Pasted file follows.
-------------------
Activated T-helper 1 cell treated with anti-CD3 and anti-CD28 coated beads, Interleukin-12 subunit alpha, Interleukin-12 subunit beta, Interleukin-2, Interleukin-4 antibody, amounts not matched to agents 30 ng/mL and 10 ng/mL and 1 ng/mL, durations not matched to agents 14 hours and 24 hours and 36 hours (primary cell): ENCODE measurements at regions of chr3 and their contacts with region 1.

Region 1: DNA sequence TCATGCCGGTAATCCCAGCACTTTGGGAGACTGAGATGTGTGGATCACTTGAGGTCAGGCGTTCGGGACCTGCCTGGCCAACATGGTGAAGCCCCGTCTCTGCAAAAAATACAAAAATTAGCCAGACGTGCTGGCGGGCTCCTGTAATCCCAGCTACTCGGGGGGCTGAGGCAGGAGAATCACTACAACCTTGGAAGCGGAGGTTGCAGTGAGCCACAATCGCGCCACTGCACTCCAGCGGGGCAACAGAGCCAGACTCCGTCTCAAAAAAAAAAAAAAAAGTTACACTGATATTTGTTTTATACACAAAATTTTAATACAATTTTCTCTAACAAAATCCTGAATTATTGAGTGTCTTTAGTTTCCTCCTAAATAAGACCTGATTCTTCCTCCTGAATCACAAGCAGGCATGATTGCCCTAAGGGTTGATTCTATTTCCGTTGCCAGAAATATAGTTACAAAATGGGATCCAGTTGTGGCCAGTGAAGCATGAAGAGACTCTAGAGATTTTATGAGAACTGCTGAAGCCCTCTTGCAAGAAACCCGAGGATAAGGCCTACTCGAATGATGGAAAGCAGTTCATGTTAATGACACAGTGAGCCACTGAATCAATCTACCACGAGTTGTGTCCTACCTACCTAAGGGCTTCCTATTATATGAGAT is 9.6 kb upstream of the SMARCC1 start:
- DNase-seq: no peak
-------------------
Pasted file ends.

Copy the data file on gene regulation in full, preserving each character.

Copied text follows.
Activated T-helper 1 cell treated with anti-CD3 and anti-CD28 coated beads, Interleukin-12 subunit alpha, Interleukin-12 subunit beta, Interleukin-2, Interleukin-4 antibody, amounts not matched to agents 30 ng/mL and 10 ng/mL and 1 ng/mL, durations not matched to agents 14 hours and 24 hours and 36 hours (primary cell): ENCODE measurements at regions of chr3 and their contacts with region 1.

Region 1: DNA sequence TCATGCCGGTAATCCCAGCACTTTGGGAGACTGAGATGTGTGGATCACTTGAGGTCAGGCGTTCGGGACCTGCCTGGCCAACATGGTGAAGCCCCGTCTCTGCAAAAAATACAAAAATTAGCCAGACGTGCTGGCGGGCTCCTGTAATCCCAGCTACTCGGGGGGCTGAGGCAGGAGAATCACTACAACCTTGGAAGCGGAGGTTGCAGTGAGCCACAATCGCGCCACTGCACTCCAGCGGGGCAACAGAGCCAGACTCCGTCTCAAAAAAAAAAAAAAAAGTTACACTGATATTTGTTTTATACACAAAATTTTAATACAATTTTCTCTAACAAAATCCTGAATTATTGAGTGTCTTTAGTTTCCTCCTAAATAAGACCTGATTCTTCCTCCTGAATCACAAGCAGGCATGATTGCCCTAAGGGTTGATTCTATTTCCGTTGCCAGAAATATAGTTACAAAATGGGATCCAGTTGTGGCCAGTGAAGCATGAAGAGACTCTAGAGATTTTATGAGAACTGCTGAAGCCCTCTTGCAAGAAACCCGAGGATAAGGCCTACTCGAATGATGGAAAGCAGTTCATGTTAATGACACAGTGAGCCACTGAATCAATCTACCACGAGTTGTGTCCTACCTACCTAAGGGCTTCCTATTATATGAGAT is 9.6 kb upstream of the SMARCC1 start:
- DNase-seq: no peak